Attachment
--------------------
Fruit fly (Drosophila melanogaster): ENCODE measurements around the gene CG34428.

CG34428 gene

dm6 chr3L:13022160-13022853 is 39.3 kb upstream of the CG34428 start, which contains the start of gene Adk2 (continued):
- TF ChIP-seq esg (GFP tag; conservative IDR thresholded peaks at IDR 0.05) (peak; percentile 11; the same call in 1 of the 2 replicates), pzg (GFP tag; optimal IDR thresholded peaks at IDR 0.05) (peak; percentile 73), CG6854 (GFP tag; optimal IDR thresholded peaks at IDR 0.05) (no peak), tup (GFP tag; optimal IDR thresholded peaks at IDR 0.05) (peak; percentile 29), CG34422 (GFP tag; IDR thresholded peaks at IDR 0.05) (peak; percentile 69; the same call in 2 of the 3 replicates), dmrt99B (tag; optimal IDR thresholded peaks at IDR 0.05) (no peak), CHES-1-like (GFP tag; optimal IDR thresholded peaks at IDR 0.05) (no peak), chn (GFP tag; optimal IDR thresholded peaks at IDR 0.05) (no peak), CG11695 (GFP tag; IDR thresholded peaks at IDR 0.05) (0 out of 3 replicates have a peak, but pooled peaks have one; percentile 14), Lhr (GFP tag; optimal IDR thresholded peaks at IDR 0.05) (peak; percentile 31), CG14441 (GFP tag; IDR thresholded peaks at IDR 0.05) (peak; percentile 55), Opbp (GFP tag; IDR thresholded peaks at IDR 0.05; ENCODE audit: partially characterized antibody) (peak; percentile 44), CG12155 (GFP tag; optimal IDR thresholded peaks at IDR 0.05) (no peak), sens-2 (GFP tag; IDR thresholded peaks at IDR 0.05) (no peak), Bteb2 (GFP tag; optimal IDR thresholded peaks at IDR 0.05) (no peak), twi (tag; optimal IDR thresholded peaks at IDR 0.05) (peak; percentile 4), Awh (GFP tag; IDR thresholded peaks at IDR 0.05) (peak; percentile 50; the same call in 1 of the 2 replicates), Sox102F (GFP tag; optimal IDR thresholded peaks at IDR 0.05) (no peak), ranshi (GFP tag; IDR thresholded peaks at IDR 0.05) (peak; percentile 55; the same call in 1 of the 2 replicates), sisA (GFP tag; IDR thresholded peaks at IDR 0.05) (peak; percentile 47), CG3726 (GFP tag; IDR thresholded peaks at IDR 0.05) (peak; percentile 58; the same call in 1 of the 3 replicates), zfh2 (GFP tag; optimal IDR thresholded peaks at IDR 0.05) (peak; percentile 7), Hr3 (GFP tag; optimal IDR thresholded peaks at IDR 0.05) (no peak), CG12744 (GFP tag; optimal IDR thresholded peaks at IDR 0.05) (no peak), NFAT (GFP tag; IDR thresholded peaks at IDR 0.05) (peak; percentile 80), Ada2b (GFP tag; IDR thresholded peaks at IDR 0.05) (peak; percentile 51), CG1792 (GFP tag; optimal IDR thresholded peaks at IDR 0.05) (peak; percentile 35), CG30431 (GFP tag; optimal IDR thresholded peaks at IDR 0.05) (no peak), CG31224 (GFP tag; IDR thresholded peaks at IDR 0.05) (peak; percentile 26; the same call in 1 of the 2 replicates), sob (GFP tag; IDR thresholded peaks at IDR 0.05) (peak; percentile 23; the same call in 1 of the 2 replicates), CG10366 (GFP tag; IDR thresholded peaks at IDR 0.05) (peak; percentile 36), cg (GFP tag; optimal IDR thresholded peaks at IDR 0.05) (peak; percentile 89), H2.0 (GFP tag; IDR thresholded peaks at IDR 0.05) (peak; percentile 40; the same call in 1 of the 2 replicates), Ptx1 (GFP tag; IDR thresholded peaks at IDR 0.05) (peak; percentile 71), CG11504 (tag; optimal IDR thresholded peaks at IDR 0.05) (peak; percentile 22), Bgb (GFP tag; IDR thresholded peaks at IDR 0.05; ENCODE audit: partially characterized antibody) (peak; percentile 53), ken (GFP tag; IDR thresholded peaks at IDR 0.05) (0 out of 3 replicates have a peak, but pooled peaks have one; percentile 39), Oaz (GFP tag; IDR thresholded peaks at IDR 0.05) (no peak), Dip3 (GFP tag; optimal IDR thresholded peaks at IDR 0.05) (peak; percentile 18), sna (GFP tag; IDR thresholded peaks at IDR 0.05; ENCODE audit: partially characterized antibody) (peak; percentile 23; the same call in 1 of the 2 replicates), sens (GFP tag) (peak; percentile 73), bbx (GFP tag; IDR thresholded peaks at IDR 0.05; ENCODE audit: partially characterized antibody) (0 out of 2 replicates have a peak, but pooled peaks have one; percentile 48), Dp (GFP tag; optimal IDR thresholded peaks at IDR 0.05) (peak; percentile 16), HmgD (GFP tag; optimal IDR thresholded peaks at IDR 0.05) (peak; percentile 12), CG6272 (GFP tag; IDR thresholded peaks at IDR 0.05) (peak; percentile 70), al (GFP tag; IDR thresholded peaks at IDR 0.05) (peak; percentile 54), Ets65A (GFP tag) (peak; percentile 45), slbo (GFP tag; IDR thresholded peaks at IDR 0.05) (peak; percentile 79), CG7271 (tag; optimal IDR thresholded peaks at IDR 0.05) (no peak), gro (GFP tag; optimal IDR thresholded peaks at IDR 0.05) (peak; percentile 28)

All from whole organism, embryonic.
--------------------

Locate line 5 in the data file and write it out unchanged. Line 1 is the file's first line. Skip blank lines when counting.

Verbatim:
All from whole organism, embryonic.